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Koku

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  • Japanese: 石 (koku)

Koku is a measurement of volume, the equivalent of about 180 liters. In theory, 1 koku of rice (about 150 kilograms) should be enough to feed 1 man for a year.[1] When fiefs were distributed, their wealth was often assessed in the amount of rice (or equivalent goods) that the administrator could expect to receive in taxes, an amount known as kokudaka. This, in turn, would indirectly dictate the number of men such a lord could be expected to field, if necessary.

In the Edo period, samurai stipends were paid in koku, and the gold currency denomination known as the ryô was generally held to be roughly equivalent to one koku in value. Over the course of the period, however, the value of gold rose dramatically relative to the cost of rice,[2] making samurai relying on stipends paid in rice less and less wealthy relative to the merchant class, who earned their incomes in gold and silver.

Daimyô and lower-ranking samurai alike are believed to have themselves enjoyed roughly 35% of the face-value of their stipends (or kokudaka in the case of daimyô), with the rest being paid to retainers or otherwise not coming into the samurai's own personal wallet. For samurai resident in Edo, stipends were paid out of a granary office in Asakusa, in three installments over the course of a year. One-quarter of the annual stipend was paid in spring, one-quarter in summer, and the remaining one-half in the winter. Though stipends were nominally measured in koku of rice, samurai were often paid in a mixture of rice and gold coinage.[3] Those receiving a salary in addition to, or instead of, a rice stipend, were often paid in hyô or "bushels" of rice. One hyô was roughly 2/5 of a koku.[4]

The size of ships was also typically stated by its cargo capacity, measured in koku. By chance, this unit works out to roughly 1/10th of the conventional unit of ship size today, namely tons of displacement. Thus, a 1500-koku ship can be said to have been roughly 150 tons in modern parlance.[5] That was the typical size for, for example, higaki kaisen cargo ships which carried goods between Osaka and Edo.[6]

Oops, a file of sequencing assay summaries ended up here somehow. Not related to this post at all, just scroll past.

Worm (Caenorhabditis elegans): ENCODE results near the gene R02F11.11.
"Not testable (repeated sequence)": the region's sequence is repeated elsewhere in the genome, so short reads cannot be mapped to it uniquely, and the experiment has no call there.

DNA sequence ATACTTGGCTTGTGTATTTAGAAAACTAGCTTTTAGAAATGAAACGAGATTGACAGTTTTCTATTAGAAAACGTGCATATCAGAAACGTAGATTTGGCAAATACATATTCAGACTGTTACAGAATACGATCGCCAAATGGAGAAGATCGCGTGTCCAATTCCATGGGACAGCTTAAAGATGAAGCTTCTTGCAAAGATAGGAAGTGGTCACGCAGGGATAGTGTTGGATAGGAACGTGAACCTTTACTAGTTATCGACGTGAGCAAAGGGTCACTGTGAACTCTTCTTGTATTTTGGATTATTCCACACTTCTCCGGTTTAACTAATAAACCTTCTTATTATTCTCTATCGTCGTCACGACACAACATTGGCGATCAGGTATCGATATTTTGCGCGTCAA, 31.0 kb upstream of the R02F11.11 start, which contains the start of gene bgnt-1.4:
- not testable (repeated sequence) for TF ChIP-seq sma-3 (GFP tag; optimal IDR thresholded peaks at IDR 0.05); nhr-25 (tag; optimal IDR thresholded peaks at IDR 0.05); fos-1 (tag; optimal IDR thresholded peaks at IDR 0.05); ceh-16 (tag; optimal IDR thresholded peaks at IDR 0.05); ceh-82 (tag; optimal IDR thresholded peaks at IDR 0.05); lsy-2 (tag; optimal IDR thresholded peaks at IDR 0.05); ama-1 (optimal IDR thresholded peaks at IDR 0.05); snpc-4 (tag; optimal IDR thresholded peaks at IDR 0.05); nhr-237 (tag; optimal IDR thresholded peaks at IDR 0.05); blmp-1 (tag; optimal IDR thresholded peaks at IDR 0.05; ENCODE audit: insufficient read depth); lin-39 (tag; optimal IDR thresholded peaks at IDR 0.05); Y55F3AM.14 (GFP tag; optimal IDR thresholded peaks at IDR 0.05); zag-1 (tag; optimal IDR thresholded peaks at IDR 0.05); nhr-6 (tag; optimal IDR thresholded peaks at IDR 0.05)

References

  • Sansom, George. A History of Japan 13334-1615. Stanford: Stanford University Press, 1963.
  • Hall, John Whitney. Government and Local Power in Japan 500 to 1700: A Study Based on Bizen Province". Princeton: Princeton University Press, 1966.

Notes

  1. It probably would not feed him very well though. Using modern Japanese figures, one koku of rice a year would mean about 1430 cal/day. The recommended diet for a moderately active male of 150 cm. is about 2000 cal/day and for a quite active male is 3000 cal/day. Though not everything can carry right over, 1 koku of rice a year was probably not really sufficient for the diet of an active warrior or peasant. (Visual Wide Food Composition Tables ヴィジュアルワイド食品成分表, Tokyo Shoseki, 1996)
  2. Screech, Timon. "Owning Edo-Period Paintings." in Lillehoj, Elizabeth (ed.) Acquisition: Art and Ownership in Edo-Period Japan. Floating World Editions, 2007. p34.
  3. Craig, Teruko (trans.). Musui's Story: The Autobiography of a Tokugawa Samurai. University of Arizona Press, 1988. p.xv.
  4. Mining, Monies, and Culture in Early Modern Societies: East Asian and Global Perspectives, Brill (2013), 48.
  5. Michelle Damian, “Archaeology through Art: Japanese Vernacular Craft in Late Edo-period Woodblock Prints” (MA thesis, East Carolina University, 2010), 105-106.
  6. Gallery labels, "Higaki-kaisen," Edo-Tokyo Museum.
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